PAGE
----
|Posted on April 16, 2021 at 2:40 AM|
As Hook emerges from the tube he sees the gang of youths outside the kebab shop and knows he must pass them or look weak. He tries to push by but the men murmur angrily and one pushes him in the back. Hook ignores him and walks on, hearing scuffling steps. Instinct tells him to turn round but instead he strides quicker, footsteps close behind. The street is eerily empty, Liddle Towers a beacon of false hope in the dusk.
Hook turns at last to find six or eight of the men walking quickly behind him, hands in hoodie pockets, scowling. Hook runs. Opening the gate he jogs as swiftly as he can through the scorched-earth gardens, not even seeing the mark where the block almost killed him. At the block entrance, as he pulls a mattress away from the doors, he glances back fearfully but the yobs have stopped at the road where they cluster laughing, swapping high-fives.
The foyer of the apartment block is dark, ghastly: in order to make the building more environmentally sound the communal lighting has been dimmed. As he waits for the lift Hi-NRG mozzies blitz his ears like atomic engines; Hook hears distant screams, breaking glass, and shivers in the sultry night.
Liddle Towers was erected at the peak of the boom and they’d paid peak prices to escape from the Georgian terrace off the Cally. This is meant to be their safe nest from which to look down on a city that has at some point become strange to them.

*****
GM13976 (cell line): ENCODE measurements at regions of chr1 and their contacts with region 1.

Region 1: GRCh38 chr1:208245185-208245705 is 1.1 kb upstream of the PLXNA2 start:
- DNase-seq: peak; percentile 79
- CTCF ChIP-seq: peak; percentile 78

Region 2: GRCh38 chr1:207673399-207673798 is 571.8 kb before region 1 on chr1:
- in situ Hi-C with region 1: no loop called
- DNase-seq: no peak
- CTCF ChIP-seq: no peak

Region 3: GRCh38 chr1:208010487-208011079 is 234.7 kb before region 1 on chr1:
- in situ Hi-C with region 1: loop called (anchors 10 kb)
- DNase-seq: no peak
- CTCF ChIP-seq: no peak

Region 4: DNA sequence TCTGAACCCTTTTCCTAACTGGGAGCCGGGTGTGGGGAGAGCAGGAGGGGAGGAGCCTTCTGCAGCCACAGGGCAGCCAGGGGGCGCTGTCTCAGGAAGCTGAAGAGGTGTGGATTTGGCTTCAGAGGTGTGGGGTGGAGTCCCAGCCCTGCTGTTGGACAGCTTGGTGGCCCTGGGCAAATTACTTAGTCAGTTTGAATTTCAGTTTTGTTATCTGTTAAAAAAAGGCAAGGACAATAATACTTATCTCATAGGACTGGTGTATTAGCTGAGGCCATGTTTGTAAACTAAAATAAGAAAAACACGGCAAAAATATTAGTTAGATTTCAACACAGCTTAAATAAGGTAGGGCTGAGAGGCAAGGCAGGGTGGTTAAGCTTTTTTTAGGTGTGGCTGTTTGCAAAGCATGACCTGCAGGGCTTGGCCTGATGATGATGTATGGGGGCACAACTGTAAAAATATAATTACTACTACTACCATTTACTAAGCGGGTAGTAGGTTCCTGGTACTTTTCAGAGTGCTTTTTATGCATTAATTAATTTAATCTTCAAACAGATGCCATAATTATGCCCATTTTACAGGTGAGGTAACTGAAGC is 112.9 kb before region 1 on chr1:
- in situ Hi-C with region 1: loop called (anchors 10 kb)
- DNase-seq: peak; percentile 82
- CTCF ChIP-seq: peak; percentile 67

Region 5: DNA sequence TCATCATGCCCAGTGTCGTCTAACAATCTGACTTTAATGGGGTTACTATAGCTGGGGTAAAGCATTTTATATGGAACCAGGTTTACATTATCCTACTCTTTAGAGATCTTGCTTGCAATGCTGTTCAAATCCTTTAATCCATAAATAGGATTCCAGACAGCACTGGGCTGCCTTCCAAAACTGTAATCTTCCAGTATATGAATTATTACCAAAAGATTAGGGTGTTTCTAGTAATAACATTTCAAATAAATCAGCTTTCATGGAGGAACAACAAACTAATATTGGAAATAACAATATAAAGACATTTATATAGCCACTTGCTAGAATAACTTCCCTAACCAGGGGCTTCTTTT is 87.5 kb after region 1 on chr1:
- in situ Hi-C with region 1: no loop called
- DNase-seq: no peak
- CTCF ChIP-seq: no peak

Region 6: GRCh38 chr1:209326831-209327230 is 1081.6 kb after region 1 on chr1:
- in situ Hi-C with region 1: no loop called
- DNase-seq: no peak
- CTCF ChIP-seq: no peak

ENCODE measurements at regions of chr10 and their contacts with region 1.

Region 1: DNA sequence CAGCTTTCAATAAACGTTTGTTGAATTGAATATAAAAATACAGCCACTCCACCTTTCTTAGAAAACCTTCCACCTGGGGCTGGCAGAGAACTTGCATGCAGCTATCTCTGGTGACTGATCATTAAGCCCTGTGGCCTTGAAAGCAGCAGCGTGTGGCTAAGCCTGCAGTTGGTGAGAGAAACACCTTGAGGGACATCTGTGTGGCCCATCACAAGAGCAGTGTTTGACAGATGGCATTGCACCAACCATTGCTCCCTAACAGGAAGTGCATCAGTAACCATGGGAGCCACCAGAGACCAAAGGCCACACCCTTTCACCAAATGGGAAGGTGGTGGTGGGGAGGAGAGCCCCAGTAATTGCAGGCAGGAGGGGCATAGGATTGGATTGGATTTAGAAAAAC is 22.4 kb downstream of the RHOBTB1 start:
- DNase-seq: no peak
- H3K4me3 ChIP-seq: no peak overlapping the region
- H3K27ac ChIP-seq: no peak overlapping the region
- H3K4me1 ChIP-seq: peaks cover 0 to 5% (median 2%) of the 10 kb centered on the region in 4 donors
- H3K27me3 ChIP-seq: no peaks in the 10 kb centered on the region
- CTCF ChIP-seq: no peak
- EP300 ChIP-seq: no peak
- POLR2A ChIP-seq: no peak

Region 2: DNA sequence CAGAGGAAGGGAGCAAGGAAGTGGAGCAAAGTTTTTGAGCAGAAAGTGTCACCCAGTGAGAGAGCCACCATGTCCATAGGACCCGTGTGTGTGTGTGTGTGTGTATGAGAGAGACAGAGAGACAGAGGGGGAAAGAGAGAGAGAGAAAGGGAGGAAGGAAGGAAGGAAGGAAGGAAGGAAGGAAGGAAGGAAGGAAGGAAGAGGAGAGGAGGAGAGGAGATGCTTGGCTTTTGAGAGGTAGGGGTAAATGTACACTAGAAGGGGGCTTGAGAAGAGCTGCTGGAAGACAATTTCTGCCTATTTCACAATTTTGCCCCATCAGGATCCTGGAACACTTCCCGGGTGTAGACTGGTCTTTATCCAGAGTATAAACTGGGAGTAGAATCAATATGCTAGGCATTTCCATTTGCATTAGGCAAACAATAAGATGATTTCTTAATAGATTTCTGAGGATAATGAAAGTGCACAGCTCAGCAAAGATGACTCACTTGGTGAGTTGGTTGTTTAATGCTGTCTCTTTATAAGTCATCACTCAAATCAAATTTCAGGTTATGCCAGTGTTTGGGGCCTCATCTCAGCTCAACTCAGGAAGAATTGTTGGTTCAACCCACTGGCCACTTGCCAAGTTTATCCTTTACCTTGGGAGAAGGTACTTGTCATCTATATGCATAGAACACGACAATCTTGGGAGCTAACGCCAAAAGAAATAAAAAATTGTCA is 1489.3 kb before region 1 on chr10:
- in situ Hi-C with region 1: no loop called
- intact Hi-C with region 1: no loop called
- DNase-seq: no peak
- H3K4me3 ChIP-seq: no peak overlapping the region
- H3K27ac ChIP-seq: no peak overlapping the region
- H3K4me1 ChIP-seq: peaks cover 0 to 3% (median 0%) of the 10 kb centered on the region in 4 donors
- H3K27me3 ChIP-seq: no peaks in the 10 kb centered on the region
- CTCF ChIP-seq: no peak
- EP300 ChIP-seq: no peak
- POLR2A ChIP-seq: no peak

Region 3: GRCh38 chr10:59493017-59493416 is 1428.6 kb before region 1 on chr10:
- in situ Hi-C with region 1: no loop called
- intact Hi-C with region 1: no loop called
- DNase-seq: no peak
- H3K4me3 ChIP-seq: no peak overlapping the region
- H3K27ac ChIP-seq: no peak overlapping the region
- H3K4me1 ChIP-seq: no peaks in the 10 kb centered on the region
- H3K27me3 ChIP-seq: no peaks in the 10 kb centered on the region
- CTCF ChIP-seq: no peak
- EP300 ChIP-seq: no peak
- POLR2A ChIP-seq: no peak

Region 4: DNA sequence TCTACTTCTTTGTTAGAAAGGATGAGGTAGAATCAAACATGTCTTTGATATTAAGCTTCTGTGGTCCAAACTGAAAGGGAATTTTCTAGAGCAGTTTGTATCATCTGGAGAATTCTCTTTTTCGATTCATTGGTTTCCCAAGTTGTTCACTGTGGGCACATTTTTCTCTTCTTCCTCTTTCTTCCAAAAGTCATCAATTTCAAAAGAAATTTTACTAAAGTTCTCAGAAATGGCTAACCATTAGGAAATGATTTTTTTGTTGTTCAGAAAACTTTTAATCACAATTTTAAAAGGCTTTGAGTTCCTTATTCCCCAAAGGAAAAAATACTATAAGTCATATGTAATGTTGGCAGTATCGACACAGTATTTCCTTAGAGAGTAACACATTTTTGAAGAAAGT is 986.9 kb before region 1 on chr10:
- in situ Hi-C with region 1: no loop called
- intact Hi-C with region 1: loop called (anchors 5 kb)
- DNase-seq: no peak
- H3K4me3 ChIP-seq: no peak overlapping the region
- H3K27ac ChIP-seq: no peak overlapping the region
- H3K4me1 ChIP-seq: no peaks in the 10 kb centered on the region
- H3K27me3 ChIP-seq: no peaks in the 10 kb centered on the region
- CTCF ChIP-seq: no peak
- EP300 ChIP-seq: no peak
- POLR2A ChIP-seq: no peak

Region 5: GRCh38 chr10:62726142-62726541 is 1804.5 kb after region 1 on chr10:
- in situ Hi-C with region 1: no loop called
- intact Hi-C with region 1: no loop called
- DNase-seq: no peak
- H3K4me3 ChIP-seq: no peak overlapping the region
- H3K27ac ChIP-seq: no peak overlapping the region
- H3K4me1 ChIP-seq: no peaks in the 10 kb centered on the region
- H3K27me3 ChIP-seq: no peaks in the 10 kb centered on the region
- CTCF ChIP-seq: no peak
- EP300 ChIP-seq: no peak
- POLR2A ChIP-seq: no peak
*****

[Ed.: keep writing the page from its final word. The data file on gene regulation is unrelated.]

The day after Hook had put down a substantial deposit on the flat, Monica warned him blocks like these would one day be high-rise slums. Back then it had a concierge, potted plants in the corridors, and the lift smelled of scented water. Despite these enticing amenities, only two-thirds of the apartments (Hook can never bring himself to say ‘flats’) have ever been occupied. As a result there were soon calls by people who didn’t live there to move in families from the council’s bulging waiting list. Monica campaigned against the proposals; Hook secretly voted in favour. He won. At least the concierge hung around for a while; the perfumed water dried up after a week.